With WordPress 3.4 set to arrive this week, it’s a great time to familiarize ourselves with the new features and additions. The new version of WordPress brings many improvements, including custom backgrounds and headers, a live theme-customizer, revamped XML-RPC, better support for internationalization, and many bug-fixes and enhancements. Let’s dive in and see what WordPress 3.4 has in store!
Custom Headers And Background
When WordPress added featured images as a core feature in 2.9, a new function was added — add_theme_support. It was (and is) obvious that this is a precursor of things to come: the standardization of theme features. Since its introduction, add_theme_support handles post-formats, automatic feed-links, and now in version 3.4, custom backgrounds and headers will be added to the list.
Adding a Custom Background
To use this feature, just call the add_theme_support() function with ‘custom-background’ as the first argument, and a list of default options as the second. Here is an example showing the basic syntax:
$args = array( 'default-image' => get_template_directory_uri() . '/images/bg-default.png', 'default-color' => '#fafafa', 'wp-head-callback' => '', 'admin-head-callback' => '', 'admin-preview-callback' => '' ); add_theme_support( 'custom-background', $args )
Once the code is in place, you’ll see the changes take effect in the WordPress Admin:
Adding a Custom Header
Adding the custom-header options work in much the same way. In addition to the new way of defining them, you can now make them flexible in height or width, which is a great asset to theme designers.
$args = array( 'flex-height' => true, 'height' => 200, 'flex-width' => true, 'width' => 950, 'default-image' => get_template_directory_uri() . '/images/headers/header-default.jpg', 'random-default' => false, 'default-text-color' => '', 'header-text' => true, 'uploads' => true, 'wp-head-callback' => '', 'admin-head-callback' => '', 'admin-preview-callback' => '', ); add_theme_support( 'custom-header', $args );
Once you add this code the relevant controls will show up in the Appearance tab and you will be able to set up your custom header and background-image.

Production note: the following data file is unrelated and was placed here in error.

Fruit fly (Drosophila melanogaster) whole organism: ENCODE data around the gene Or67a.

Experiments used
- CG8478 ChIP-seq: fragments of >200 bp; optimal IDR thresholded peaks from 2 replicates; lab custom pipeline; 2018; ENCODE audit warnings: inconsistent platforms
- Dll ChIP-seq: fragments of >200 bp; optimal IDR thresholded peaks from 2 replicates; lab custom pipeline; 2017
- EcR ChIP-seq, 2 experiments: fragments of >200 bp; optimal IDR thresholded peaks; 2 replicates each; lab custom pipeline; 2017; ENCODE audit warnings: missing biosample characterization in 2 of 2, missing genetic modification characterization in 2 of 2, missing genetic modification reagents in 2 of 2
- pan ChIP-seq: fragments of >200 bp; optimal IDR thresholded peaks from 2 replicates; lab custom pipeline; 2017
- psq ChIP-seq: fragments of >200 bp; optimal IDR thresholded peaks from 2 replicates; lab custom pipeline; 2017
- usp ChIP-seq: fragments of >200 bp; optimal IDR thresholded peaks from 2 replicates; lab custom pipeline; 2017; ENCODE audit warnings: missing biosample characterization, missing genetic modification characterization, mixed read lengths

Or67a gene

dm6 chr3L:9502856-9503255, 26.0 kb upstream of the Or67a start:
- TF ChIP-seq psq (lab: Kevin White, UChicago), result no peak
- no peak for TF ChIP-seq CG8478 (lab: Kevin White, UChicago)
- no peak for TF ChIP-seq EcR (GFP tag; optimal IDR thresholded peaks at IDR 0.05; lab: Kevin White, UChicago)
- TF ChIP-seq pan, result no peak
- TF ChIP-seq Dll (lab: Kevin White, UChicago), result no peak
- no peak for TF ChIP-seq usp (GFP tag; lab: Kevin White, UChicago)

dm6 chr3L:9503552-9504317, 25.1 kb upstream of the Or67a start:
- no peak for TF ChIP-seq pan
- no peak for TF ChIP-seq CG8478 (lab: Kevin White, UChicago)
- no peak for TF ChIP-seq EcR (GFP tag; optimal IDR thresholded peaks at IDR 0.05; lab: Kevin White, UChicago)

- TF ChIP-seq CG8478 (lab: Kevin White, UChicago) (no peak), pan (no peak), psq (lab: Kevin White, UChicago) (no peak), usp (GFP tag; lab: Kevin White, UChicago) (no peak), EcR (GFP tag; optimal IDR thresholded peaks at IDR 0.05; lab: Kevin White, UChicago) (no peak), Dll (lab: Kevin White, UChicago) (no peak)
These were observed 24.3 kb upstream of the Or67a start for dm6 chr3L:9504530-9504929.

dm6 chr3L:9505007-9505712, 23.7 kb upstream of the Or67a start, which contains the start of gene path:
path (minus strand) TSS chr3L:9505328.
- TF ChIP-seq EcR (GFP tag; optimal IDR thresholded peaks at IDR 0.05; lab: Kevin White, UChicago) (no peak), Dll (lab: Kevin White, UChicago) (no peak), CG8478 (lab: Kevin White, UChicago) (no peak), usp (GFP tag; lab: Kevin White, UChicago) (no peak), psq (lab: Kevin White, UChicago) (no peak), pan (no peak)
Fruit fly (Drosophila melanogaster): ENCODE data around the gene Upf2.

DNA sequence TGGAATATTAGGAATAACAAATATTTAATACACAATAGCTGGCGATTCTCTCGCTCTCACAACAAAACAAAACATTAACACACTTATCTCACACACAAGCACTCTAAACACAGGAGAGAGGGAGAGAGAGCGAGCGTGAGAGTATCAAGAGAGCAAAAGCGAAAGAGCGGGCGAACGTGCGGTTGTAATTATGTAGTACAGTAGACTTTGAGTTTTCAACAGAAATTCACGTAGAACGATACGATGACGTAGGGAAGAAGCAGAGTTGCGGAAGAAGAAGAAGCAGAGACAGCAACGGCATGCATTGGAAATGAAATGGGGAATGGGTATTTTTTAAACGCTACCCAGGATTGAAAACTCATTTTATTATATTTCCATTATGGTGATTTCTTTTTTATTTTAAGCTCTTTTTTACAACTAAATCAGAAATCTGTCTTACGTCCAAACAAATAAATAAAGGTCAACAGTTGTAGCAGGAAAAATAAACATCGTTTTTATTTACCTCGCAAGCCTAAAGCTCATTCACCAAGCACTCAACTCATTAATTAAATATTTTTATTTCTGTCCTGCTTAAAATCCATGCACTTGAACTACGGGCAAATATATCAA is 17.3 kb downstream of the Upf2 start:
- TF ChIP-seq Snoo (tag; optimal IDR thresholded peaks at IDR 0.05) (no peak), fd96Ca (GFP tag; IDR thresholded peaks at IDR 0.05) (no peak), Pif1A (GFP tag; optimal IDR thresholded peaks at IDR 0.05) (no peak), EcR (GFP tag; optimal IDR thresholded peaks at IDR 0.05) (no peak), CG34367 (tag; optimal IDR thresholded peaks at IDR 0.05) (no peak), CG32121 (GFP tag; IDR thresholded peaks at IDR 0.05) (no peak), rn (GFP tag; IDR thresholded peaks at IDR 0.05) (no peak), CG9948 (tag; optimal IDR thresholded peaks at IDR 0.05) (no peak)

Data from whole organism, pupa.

Live Theme Customizer
I think one of the best features in recent times is the Live Previews or “The Customizer”. As someone who sells themes on Theme Forest, I welcome this addition because the more I can use default WordPress options, the less support I need to provide. The best way to familiarize yourself with this feature is to watch the following great overview from Otto. I also recommend his article on leveraging the theme customizer in your own themes.
We’ll be taking an in-depth look at this awesome functionality here on Smashing Magazine, but for this article, the live theme-preview feature is too complex to showcase concisely. If you’d like to get started, do read Otto’s article — it has everything you need to get things set up. Here’s the nutshell version for a quick preview.
The preview facility works in an object oriented fashion. To use it you will need to cover the following steps:
- Add the customizer (hook it to ‘customize_register’)
- Add an area of customization — a section (using add_section())
- Add a setting you want to be able to control (using add_setting())
- Add the control which is used to modify your setting (using add_control())
- Customize the preview functionality to work in real-time.
The live preview is brand-spankin’ new, but it’s already a very powerful tool. It will no doubt receive numerous updates and additions, so theme developers will finally have a common and also flexible way of letting users customize their themes.
XML-RPC is a specification and a set of tools that allow software running on different platforms to make procedural calls over the Internet. In essence, it allows communication between WordPress and other software. The most apparent use of XML-RPC is the remote blogging services that are offered by apps like Windows Live Writer and mobile apps.